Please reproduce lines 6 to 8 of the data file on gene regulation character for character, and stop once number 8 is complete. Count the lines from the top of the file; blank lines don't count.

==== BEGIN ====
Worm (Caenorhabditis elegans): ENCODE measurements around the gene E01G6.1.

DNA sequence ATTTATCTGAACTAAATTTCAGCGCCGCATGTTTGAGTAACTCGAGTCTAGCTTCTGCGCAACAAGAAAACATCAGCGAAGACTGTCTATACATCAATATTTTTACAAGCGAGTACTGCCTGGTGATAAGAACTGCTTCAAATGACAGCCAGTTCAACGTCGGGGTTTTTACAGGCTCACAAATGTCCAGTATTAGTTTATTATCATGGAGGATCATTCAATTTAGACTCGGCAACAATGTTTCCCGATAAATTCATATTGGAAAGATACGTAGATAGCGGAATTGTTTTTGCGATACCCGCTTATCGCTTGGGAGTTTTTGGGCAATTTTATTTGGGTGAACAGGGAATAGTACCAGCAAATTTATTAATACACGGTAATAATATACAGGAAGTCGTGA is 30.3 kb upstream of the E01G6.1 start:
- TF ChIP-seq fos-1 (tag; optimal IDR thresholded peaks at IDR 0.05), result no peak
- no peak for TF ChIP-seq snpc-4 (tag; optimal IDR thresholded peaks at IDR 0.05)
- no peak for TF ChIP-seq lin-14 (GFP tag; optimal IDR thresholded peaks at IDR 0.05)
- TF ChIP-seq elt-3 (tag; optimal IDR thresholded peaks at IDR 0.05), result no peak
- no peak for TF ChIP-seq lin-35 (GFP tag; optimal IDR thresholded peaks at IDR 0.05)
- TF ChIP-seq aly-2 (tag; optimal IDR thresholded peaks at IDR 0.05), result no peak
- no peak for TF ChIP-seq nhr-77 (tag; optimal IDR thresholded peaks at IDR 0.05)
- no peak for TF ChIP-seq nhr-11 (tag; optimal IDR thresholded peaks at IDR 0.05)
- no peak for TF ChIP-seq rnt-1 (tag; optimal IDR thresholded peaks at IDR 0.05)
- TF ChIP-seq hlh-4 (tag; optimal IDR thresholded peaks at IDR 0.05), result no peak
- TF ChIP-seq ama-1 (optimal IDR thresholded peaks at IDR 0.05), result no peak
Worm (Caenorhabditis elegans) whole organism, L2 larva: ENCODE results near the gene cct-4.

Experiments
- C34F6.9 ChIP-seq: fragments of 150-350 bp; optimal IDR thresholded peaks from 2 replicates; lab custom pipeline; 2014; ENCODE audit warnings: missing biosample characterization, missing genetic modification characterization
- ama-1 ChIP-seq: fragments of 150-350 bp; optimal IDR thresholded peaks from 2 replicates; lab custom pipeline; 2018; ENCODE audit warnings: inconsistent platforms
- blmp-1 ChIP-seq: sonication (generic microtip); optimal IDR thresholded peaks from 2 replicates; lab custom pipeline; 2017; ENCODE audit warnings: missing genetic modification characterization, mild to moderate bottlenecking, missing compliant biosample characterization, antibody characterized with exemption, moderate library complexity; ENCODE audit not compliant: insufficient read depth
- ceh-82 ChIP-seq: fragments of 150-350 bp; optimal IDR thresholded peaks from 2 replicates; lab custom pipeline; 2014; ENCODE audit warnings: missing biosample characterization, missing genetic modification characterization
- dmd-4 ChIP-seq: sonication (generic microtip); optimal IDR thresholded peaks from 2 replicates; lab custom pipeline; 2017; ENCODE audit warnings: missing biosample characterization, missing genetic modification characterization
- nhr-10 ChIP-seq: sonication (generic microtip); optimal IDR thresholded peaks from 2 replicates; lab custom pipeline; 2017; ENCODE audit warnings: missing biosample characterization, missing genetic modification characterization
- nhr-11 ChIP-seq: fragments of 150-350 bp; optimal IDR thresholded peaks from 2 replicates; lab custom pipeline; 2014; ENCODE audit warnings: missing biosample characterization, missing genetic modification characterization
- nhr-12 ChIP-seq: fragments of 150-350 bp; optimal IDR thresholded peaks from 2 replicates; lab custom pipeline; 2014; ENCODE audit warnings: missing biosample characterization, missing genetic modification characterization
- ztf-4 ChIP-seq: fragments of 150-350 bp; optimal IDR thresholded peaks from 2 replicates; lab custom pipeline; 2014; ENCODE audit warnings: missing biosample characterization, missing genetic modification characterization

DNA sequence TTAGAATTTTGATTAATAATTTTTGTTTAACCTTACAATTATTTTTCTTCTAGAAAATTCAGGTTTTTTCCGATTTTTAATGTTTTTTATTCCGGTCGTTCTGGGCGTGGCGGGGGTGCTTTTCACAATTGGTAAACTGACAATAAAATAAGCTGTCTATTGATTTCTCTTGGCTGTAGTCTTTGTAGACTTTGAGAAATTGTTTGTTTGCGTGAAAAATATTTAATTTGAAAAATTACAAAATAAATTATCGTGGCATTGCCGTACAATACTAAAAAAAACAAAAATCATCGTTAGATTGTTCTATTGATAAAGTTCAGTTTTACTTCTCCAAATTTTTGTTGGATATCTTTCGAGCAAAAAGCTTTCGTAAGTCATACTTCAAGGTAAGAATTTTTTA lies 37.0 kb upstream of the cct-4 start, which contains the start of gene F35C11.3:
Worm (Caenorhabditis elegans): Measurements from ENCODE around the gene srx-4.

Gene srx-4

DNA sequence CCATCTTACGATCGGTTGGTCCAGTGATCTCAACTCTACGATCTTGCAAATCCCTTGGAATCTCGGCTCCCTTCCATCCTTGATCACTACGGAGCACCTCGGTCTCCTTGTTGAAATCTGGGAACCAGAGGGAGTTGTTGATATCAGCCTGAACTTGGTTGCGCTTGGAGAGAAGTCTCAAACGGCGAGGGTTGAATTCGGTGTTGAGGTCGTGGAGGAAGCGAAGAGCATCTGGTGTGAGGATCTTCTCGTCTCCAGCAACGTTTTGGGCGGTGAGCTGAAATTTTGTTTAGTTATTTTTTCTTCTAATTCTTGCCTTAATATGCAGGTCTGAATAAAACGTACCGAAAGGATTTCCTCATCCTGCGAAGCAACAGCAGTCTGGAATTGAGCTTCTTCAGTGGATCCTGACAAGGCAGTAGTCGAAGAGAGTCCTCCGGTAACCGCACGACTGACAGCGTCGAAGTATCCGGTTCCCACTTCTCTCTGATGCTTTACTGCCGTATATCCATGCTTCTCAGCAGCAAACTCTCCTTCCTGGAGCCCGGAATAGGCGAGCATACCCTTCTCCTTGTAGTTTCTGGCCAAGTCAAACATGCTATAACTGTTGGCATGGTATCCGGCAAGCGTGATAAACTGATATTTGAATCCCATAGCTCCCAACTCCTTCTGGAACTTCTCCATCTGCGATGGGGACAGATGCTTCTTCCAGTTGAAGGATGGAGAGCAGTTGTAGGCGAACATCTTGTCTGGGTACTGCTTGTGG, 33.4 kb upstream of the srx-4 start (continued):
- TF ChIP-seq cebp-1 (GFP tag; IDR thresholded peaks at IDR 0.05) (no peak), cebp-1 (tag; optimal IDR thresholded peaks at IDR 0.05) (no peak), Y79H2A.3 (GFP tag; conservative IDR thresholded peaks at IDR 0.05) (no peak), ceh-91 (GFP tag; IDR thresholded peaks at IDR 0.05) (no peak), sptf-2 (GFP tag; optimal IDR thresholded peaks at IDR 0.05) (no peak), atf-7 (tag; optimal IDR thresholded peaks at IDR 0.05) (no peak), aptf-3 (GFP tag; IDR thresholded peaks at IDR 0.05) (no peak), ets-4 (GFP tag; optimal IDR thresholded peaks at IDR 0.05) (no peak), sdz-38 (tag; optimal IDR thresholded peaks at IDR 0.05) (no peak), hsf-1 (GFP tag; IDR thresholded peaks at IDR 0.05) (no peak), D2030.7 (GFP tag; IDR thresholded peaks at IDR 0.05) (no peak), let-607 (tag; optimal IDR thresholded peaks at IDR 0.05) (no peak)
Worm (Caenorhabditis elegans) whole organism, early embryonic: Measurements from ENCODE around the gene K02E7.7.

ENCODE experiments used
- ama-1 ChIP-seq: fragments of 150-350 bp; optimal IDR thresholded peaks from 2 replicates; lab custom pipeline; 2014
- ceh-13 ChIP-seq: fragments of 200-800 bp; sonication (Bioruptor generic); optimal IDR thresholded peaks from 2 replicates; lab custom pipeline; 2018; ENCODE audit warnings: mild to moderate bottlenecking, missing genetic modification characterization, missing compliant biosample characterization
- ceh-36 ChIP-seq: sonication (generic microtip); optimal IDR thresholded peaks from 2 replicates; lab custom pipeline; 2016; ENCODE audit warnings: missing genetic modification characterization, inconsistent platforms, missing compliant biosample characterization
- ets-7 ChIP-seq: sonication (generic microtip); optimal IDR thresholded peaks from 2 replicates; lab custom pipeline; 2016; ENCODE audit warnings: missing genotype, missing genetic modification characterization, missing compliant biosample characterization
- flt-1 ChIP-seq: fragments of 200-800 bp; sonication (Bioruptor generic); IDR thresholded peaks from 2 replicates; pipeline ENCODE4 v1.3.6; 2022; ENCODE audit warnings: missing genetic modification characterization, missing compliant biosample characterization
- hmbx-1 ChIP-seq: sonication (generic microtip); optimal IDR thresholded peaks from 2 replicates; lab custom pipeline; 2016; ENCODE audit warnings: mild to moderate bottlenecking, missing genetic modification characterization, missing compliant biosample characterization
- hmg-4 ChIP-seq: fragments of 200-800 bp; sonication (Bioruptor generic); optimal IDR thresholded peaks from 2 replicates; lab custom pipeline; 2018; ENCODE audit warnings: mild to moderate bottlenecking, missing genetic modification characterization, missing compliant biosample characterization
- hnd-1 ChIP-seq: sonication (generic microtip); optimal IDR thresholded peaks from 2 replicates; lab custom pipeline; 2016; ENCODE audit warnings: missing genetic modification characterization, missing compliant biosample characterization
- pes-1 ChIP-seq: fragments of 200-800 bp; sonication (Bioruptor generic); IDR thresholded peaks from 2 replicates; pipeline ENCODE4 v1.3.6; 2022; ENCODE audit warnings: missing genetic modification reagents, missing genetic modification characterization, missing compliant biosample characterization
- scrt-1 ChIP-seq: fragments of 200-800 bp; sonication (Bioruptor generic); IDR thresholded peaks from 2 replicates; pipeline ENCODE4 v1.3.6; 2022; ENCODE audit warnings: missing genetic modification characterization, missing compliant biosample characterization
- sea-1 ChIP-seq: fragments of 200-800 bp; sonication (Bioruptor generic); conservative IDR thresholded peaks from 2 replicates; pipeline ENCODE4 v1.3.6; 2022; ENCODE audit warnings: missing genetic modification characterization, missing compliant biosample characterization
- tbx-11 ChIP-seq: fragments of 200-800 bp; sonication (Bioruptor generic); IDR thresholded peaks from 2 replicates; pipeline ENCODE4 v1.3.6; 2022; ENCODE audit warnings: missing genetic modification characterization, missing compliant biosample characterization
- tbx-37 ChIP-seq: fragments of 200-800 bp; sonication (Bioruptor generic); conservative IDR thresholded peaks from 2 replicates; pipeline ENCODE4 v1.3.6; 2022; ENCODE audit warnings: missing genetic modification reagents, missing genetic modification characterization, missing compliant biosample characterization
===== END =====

- TF ChIP-seq elt-3 (tag; optimal IDR thresholded peaks at IDR 0.05), result no peak
- no peak for TF ChIP-seq lin-35 (GFP tag; optimal IDR thresholded peaks at IDR 0.05)
- TF ChIP-seq aly-2 (tag; optimal IDR thresholded peaks at IDR 0.05), result no peak